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Networking scenario … has this happened to you?

“I can’t help you here; sorry”

When asked a question about networking I am pleased to admit it is rare when I don’t know the answer. But recently I was posed this scenario.

A young lady representing a powerful networking club decided to attend an event to listen to a topic she was particularly interested in.

Understanding that it is never all about the presentation she got there early to network.

Oh dear, how sorry she was. “I was the only woman in the room and approximately 20 years younger than all the men. I took a deep breath and tried to engage.

None (yes she said none), of them wanted to talk to me, most of them knew each other (in the engineering field) and just wanted to talk business.

I tried 3 to 4 times but each time was rejected. I retreated to the ladies to return just before the talk. Needless to say I zipped off quickly after the talk”

What could I have done differently?” she asked me.

I was stumped for an answer.

Can anyone advise?

Anything good to come from this I asked her. “Yes it’s a great talk.”

1 thought on “Networking scenario … has this happened to you?”

  1. Will – I really admire your contributions to networking skills: so helpful, and so insightful! (And I really don’t belive you didn’t klnow how to respond? But thanks for tthe opportunity to let me add my pennyworth!)

    My first take on this particular dilemma was that it seems she attended the wrong event? But we often have to find out only after the experience. The secret may only be to learn from this. (We don’t know why this person chose to attend or what her primary interests were other than ‘networking’, buit if it really didn’t work, don’t go back!)

    But I can’t help but feel she might still have rescued a little more from this experience? I think it is a situation we might all recognise in different guises. (I shall never forget going to at least two high-level techie events like this as a new graduate and being completely out of my depth. I felt all I could do was to listen. I know now how wrong I was. I met quite a few of the delegates much later on in my career and I could only hope they didn’t remember me for my ‘grey shaddow’ as well as I remembered them!)

    So even if this event was solely for a ‘closed network’ of experts in a very particular field she couldn’t hope to contribute to, what at least I would dearly have wished that I had done differentlty in her position (and in perfect 20:20 retrospect!) would have been:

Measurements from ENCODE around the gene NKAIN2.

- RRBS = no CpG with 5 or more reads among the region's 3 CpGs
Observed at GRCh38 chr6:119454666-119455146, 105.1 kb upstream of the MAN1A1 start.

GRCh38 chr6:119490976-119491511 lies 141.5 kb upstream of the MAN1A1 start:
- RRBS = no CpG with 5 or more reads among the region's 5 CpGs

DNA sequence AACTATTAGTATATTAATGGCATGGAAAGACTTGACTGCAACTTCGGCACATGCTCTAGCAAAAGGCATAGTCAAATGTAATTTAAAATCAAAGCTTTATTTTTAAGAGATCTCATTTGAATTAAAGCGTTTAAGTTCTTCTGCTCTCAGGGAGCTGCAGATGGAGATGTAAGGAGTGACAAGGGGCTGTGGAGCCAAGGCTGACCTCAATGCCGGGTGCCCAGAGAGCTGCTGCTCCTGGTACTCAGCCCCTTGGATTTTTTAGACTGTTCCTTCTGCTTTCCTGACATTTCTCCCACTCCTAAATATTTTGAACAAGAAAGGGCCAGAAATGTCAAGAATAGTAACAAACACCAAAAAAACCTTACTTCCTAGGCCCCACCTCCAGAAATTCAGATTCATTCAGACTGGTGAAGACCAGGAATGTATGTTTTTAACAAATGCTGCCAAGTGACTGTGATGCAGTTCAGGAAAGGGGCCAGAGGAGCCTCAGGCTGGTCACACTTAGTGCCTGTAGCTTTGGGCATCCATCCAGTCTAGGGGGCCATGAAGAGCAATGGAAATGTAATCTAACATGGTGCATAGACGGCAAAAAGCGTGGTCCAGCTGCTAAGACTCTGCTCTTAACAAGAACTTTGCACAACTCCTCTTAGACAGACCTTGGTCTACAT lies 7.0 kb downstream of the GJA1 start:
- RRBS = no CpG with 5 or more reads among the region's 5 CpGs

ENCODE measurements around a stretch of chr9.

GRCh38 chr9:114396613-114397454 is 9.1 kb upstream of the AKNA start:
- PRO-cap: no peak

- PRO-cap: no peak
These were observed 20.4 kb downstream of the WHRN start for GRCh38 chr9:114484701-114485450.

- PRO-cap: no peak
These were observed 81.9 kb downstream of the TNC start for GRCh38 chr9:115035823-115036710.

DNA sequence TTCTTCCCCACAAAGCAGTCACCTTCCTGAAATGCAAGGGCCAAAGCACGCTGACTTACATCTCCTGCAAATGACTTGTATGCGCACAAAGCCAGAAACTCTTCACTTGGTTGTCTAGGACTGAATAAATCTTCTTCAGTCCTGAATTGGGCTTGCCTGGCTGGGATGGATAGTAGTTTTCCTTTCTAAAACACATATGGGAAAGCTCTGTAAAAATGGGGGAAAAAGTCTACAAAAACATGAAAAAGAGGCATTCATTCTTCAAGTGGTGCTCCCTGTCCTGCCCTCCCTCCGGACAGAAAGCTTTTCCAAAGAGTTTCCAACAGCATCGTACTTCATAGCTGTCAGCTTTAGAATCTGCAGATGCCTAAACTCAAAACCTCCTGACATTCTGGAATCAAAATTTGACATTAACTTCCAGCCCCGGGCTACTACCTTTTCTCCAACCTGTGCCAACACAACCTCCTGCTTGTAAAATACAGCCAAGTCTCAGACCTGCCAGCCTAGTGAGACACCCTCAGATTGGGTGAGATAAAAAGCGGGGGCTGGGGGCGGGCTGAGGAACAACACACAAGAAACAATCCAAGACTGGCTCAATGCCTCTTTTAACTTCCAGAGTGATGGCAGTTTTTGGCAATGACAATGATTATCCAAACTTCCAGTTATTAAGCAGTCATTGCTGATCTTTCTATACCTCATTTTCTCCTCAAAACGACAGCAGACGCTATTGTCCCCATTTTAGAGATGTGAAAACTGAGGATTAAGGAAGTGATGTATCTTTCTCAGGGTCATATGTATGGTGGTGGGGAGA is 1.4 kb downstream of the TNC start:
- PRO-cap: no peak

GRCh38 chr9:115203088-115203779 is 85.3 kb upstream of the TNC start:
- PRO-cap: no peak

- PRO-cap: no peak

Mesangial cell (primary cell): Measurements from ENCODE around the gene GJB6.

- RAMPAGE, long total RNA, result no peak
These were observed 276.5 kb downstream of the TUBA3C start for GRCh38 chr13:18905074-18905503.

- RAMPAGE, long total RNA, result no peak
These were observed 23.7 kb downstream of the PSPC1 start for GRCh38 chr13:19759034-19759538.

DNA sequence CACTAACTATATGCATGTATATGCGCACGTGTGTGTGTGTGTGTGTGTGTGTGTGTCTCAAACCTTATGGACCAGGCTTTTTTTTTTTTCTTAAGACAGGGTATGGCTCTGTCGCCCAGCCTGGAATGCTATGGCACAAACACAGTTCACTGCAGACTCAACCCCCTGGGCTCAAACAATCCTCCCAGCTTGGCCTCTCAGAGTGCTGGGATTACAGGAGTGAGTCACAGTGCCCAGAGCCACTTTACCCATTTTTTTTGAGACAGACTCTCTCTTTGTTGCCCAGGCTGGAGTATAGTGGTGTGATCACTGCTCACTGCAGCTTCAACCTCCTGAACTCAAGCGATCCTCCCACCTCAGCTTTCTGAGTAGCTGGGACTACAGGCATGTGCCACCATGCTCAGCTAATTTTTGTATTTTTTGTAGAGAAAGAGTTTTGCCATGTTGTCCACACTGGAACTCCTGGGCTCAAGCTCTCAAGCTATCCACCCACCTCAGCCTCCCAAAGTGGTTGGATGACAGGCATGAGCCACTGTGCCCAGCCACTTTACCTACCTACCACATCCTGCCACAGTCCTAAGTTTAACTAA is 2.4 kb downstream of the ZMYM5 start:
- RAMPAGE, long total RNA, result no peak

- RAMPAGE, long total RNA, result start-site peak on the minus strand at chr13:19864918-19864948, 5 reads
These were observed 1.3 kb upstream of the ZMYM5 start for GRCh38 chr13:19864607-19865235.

– look for singletons, open pairs and new arrivals, and just offer a neutral and even diffident hello.
    Eg: “Hello, I am completely new here. How do you do? My name is X.” (Wait for the other to respond with their name – YZ.) “How on earth did you find anywhere to park, Y? / “Where have you come from, Y?” / “Wasn’t the A999 awful today?” “It was really sunny/frosty/raining when I left ABC – how was it for you?” Etc.
    Then: “Can I ask you what draws you to this event, Y?” / “What are you most looking forward to?” “Oh how interesting! What do you do?” – etc. (These need to be genuine questions of course – with relevant prepared answers to the same questions that only comnmon courtesy demands in return, that are a genuinely conversational and not an inquiisition.)
    And then perhaps, “I’d love to talk to you some more, Y. Shall we get a coffee?” Or “Who do you know here Y? Is there anyone you’d like to introduce me to?” Or, if really no spark of interest: “I do hope you have a really interesting meeting Y. I must circulate. But how nice to meet you!”
    – Aind then, I would at least want to talk to my neighbours, whether queuing for coffee, sitting next to me in a session, going for lunch, all in the same way. Just as you may counsel Will!
    I don’t think that until we have done all that, we can really label any networking event as a compltee ‘no-hoper’?

    More generally, I think a lot of this is a cultural problem, that requires deep cultural sensitivity. (I worked for some years in N America, where there may be no shame in starting a conversation with : “Hi! My name is Jo Bloe, Assistant Executive Technical Liason Officer for Better Widgets Inc, the best goldarn widgets in the world!. How are you doing?” But that’s not how many others work elsewhere, and we need to encourgae them!

    So I have long-ago leaned to start all my new conversations in any community in the UK, whether at work, in the local Pub, at Church, in the village Post Office, or wherever professionally, by making the ‘Initial Leap of a warm Hello’, whenever it seems possibly appropriate – knowing that if I don’t, others most probably won’t either! Even closed groups find that hard to ignore – believe me? If none respond – it was probably the wrong group. But it costs nothkng to find out, other than your time!

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